Join us October 23-29, as we take part in PrEP Awareness Week, a time to raise awareness about medication that aims to decrease the risk of contracting HIV for those exposed to it through sex or injection drug use. This year’s theme – “PrEP is for Every Body” – embraces two social movements. The first social movement focuses on sex positivity. Sex positivity emphasizes that all consensual sexual activities are fundamentally healthy. The second social moment, body positivity, celebrates all bodies regardless of size, shape, skin tone, gender, and physical abilities. The New York State Department of Health’s (NYSDOH) campaign features eight ambassadors from all over New York State. These individuals signed up to share their experience with PrEP to help people understand the benefits. This week we aim to partner with NYSDOH and their ambassadors to raise awareness of PrEP and sexual health.
What is PrEP?
Pre-exposure prophylaxis (PrEP) is a medication that helps to prevent HIV transmission and promotes sexual health. Anyone can use it. There are no limits to using PrEP based on your gender or the gender(s) of your sexual partners. The only prerequisite to taking PrEP is that one must be HIV-negative. Beginning in 2014, NYSDOH strongly endorsed the use of PrEP as an evidence-based intervention to prevent HIV that is safe.
There are three types of PrEP approved by the Food and Drug Administration (FDA):
Truvada (TDF/FTC), Desovey (TAG/FTC), and Apretude (CAB LA). Truvada and Descovy are both oral medications and Apretude is an injectable medication. Taking Truvada daily is a proven method to effectively prevent HIV for cis-gender women and transgender men who have vaginal intercourse. Taking Truavada on-demand is an option for cisgender men who have sex with men who are planning to have at least 2 hours before they do. With this method, a user takes two pills at least 2 to 24 hours before sex. The user then takes a pill once a day for two days after they have had sex to reduce the likelihood of contracting HIV. Injectable PrEP (i.e., Apretude) is another option for cis-gender women and transgender men who have vaginal intercourse. When first starting Apretude, a user gets two injections one month apart, then moves to every 2 months for medication maintenance.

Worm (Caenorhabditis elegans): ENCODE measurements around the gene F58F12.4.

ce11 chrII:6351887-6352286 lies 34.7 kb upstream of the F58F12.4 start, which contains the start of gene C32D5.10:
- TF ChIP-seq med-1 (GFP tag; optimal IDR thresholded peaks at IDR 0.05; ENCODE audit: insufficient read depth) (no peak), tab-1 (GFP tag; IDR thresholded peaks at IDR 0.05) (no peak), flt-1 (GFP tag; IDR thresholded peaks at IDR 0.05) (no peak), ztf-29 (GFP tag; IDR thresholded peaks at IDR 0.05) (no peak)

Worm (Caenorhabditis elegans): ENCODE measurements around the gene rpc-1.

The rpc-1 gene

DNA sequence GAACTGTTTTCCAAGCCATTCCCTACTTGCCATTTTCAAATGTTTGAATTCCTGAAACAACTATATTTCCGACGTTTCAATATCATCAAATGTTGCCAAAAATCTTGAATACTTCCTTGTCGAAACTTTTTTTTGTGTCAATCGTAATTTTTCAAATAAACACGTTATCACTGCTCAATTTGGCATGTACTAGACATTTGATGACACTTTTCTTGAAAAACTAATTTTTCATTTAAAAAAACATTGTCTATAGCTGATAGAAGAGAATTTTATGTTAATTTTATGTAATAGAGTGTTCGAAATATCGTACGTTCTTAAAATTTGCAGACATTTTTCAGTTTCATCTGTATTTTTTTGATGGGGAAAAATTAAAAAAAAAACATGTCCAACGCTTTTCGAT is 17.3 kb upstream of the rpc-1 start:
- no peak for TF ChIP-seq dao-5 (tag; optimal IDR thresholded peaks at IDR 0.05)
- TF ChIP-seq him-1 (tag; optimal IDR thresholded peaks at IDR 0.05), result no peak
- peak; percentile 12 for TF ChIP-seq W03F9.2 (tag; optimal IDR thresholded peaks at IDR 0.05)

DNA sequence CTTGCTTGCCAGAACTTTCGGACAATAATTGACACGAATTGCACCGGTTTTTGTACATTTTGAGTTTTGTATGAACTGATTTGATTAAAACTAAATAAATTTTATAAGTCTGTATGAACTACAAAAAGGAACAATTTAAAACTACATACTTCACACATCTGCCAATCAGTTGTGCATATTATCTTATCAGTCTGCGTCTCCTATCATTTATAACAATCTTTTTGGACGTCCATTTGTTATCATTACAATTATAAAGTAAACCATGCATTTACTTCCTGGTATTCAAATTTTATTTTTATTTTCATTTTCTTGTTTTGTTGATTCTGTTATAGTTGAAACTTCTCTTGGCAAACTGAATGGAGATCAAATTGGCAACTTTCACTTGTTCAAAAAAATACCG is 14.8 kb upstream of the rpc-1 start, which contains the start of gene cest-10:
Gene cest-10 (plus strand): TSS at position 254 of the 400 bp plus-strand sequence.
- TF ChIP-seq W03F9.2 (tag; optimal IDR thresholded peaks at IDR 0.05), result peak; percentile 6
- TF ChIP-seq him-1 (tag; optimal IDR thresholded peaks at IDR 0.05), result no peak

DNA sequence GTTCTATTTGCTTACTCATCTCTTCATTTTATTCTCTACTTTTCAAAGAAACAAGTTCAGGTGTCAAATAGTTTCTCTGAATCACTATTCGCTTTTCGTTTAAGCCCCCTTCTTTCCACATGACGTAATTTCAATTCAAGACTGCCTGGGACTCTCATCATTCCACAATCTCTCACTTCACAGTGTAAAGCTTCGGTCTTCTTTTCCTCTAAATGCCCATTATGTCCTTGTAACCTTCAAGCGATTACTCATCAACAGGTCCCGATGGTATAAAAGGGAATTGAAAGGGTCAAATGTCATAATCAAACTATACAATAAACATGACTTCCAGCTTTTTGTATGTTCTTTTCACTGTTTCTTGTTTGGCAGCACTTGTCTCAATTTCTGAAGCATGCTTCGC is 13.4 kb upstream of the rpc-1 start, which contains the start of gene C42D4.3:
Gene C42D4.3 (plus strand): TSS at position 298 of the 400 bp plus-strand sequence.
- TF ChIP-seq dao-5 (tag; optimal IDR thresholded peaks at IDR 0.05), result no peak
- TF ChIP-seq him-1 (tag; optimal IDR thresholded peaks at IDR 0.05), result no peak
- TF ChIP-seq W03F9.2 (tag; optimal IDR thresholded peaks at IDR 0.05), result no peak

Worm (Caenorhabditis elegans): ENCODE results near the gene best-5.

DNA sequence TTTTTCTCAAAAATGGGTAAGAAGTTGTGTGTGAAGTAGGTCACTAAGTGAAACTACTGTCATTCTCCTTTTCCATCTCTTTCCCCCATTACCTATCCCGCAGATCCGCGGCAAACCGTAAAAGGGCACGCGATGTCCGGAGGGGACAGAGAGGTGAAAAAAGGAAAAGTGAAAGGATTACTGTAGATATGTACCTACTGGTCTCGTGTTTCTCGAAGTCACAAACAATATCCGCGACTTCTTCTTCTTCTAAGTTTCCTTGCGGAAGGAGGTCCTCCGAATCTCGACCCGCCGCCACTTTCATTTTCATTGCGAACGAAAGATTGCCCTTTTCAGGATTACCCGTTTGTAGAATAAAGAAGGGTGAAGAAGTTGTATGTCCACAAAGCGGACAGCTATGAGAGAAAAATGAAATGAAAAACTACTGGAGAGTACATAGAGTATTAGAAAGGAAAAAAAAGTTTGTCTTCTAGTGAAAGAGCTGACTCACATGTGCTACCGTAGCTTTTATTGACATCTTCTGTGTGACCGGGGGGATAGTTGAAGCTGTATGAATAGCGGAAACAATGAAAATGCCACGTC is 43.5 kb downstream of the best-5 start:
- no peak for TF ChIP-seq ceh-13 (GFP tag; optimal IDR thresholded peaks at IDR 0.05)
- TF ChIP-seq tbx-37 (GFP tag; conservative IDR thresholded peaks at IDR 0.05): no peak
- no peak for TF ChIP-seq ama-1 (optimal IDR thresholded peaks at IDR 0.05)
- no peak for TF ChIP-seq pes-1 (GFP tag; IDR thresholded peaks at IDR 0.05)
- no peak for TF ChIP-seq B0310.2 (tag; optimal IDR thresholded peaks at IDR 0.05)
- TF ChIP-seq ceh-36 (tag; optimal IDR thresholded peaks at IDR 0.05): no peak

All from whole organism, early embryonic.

How can you get PrEP?
Talk with your healthcare provider to determine which PrEP medication is best for you. Your provider will discuss a dosing schedule with you as well. To be prescribed PrEP medication, a person must first be tested for sexually transmitted infections and HIV in particular. Set up an appointment with your provider to discuss PrEP and take charge of your sexual health.
What does it cost?
All insurance plans (except ones that are exempt) are required to provide PrEP coverage. When thinking about PrEP cost, one should consider medication itself, medical appointments, and lab tests. Some health insurance plans and Medicaid cover all the costs of PrEP. In NYS, the Department of Health offers a PrEP Assistance Program (PrEP-AP) to help cover any out-of-pocket cost.
Who is It for?
PrEP is for EVERY BODY. It is safe, effective, and approved for anyone over 12 years of age and weighs at least 77 pounds or more. Speaking with a healthcare provider can help you determine if PrEP is a good option for you.
What else is important to know?
Using PrEP only reduces your risk of contracting HIV if exposed. It is recommended to continue getting tested periodically to ensure you remain HIV-negative. We also recommend using a barrier method like external or internal condoms to decrease exposure to other STIs like gonorrhea, chlamydia, or syphilis. Learn more about PrEP at https://prepforsex.org/.